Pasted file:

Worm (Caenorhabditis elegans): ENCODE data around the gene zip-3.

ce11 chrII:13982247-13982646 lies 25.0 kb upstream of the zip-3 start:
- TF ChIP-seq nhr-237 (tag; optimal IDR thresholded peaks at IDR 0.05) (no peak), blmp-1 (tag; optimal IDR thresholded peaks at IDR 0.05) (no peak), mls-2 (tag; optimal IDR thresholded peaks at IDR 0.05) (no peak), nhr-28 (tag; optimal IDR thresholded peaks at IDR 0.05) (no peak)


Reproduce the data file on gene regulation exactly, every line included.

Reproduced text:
Worm (Caenorhabditis elegans): ENCODE data around the gene zip-3.

ce11 chrII:13982247-13982646 lies 25.0 kb upstream of the zip-3 start:
- TF ChIP-seq nhr-237 (tag; optimal IDR thresholded peaks at IDR 0.05) (no peak), blmp-1 (tag; optimal IDR thresholded peaks at IDR 0.05) (no peak), mls-2 (tag; optimal IDR thresholded peaks at IDR 0.05) (no peak), nhr-28 (tag; optimal IDR thresholded peaks at IDR 0.05) (no peak)